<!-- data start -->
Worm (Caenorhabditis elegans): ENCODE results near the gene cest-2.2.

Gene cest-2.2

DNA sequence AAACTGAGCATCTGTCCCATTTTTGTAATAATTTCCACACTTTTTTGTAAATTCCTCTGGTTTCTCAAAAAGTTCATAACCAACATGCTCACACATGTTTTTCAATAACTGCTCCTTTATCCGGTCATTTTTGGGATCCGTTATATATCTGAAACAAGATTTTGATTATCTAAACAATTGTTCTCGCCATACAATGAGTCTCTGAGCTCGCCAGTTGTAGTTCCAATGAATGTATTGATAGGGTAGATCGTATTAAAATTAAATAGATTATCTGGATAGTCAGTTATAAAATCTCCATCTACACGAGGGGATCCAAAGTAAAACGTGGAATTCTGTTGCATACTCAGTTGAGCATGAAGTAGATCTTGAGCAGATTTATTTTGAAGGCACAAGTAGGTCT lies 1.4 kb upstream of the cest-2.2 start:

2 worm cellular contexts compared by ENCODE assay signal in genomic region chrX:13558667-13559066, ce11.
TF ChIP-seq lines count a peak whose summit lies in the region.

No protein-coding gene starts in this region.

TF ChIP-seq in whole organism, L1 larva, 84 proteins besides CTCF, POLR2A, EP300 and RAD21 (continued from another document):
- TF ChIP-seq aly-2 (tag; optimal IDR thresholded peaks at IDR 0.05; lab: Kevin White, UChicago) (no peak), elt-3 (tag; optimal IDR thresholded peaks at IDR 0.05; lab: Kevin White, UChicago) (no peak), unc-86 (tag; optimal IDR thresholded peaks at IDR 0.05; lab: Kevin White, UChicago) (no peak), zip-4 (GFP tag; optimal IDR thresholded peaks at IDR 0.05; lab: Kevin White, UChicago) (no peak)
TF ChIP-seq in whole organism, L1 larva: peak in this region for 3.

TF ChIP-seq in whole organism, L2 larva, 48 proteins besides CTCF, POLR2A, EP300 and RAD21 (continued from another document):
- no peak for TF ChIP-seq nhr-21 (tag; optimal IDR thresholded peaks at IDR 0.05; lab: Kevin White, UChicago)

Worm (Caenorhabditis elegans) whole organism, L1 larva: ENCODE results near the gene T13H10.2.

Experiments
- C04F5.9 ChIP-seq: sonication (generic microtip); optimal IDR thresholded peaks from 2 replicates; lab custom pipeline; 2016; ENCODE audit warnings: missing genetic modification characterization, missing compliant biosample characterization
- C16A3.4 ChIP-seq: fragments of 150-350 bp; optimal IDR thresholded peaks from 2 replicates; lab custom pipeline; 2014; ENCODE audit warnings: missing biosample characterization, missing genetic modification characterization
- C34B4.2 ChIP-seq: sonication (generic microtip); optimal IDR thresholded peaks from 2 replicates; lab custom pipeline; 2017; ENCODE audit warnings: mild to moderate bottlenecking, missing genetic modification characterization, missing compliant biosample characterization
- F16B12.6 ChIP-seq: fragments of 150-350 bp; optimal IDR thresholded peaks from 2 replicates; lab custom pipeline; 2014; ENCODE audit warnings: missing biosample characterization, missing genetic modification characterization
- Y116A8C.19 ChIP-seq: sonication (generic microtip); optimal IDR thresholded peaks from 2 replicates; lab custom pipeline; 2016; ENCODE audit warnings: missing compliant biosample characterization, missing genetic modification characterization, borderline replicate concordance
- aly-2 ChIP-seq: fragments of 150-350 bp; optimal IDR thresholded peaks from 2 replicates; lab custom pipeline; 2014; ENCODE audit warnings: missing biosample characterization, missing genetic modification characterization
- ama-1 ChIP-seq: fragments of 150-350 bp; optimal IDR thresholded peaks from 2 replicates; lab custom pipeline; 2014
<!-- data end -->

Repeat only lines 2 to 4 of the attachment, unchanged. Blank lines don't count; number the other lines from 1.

Gene cest-2.2

DNA sequence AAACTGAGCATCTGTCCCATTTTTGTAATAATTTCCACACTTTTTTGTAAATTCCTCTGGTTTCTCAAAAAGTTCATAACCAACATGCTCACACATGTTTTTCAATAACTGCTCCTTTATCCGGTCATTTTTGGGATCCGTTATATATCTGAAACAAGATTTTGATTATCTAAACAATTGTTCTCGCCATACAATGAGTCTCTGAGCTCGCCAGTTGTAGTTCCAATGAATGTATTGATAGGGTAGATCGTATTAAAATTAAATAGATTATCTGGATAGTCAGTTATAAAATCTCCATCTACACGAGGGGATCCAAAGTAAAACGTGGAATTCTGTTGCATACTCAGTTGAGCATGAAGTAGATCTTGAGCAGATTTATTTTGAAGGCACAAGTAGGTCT lies 1.4 kb upstream of the cest-2.2 start:

2 worm cellular contexts compared by ENCODE assay signal in genomic region chrX:13558667-13559066, ce11.